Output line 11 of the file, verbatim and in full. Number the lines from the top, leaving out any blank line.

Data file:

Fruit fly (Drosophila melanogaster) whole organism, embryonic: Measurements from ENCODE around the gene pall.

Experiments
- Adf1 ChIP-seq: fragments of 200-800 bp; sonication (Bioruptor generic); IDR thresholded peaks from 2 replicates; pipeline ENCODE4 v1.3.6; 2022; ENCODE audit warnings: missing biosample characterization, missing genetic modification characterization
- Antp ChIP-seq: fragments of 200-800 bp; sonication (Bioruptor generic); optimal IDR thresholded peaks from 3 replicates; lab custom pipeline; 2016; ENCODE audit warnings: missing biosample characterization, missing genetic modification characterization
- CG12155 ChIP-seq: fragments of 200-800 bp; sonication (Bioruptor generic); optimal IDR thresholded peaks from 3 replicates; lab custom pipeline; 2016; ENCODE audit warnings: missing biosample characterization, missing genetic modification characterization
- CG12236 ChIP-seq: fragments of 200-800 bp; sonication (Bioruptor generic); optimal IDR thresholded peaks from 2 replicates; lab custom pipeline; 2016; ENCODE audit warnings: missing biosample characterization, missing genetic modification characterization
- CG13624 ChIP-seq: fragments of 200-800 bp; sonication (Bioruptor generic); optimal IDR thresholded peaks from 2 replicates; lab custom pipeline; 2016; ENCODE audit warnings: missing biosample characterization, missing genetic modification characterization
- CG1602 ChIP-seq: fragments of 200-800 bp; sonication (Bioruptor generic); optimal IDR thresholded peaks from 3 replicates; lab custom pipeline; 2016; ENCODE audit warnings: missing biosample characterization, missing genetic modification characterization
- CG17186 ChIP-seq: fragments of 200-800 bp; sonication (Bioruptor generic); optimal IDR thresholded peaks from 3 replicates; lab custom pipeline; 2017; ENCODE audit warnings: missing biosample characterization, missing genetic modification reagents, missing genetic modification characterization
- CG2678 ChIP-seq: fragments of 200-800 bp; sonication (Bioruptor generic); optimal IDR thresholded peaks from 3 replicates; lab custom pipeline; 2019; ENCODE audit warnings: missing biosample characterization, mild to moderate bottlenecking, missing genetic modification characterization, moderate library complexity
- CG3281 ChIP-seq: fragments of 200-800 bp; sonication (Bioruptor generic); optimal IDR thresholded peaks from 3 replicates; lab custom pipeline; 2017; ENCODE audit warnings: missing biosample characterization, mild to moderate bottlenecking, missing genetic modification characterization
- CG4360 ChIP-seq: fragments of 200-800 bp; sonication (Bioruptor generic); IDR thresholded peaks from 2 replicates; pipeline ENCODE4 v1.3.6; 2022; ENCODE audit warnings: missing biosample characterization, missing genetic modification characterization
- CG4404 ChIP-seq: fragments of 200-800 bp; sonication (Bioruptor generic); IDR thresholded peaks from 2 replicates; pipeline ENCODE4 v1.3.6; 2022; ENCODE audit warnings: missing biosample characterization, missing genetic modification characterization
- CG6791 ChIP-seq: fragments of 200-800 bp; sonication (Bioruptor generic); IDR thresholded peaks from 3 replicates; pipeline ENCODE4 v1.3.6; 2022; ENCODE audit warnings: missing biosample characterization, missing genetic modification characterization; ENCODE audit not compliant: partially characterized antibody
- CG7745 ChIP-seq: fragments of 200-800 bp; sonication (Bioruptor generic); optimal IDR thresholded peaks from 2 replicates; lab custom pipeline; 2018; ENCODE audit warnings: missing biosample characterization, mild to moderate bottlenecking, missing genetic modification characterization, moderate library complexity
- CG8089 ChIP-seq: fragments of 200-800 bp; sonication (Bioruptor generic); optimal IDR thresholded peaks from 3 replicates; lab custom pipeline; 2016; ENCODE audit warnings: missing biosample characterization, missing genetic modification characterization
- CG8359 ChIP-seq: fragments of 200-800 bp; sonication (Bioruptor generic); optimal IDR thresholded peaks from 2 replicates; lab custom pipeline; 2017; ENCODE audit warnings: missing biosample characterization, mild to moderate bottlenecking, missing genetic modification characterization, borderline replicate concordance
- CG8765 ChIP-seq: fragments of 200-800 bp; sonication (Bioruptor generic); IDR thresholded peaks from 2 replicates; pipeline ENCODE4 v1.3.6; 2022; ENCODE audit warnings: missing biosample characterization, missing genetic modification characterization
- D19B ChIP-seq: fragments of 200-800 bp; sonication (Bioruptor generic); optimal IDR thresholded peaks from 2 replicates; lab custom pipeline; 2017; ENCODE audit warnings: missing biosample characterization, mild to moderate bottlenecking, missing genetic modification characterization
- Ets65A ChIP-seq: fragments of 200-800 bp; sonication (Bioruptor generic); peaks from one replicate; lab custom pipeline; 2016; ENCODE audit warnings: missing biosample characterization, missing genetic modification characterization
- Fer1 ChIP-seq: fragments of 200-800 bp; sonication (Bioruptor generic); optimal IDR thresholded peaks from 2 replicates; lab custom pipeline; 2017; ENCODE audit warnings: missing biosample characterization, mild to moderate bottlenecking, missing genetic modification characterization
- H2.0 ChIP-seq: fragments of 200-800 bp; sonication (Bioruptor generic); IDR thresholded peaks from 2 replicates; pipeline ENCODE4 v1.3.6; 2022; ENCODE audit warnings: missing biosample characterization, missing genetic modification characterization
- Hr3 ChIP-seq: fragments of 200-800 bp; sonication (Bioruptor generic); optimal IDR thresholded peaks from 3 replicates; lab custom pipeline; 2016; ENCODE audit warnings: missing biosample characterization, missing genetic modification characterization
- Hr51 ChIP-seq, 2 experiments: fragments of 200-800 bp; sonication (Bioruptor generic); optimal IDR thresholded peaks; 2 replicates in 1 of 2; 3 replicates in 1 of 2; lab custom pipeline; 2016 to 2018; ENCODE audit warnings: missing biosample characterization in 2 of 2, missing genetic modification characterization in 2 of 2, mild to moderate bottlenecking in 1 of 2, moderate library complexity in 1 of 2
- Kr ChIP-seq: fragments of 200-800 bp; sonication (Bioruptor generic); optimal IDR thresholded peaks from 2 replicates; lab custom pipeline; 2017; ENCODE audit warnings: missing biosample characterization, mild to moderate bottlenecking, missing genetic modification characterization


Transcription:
- CG3281 ChIP-seq: fragments of 200-800 bp; sonication (Bioruptor generic); optimal IDR thresholded peaks from 3 replicates; lab custom pipeline; 2017; ENCODE audit warnings: missing biosample characterization, mild to moderate bottlenecking, missing genetic modification characterization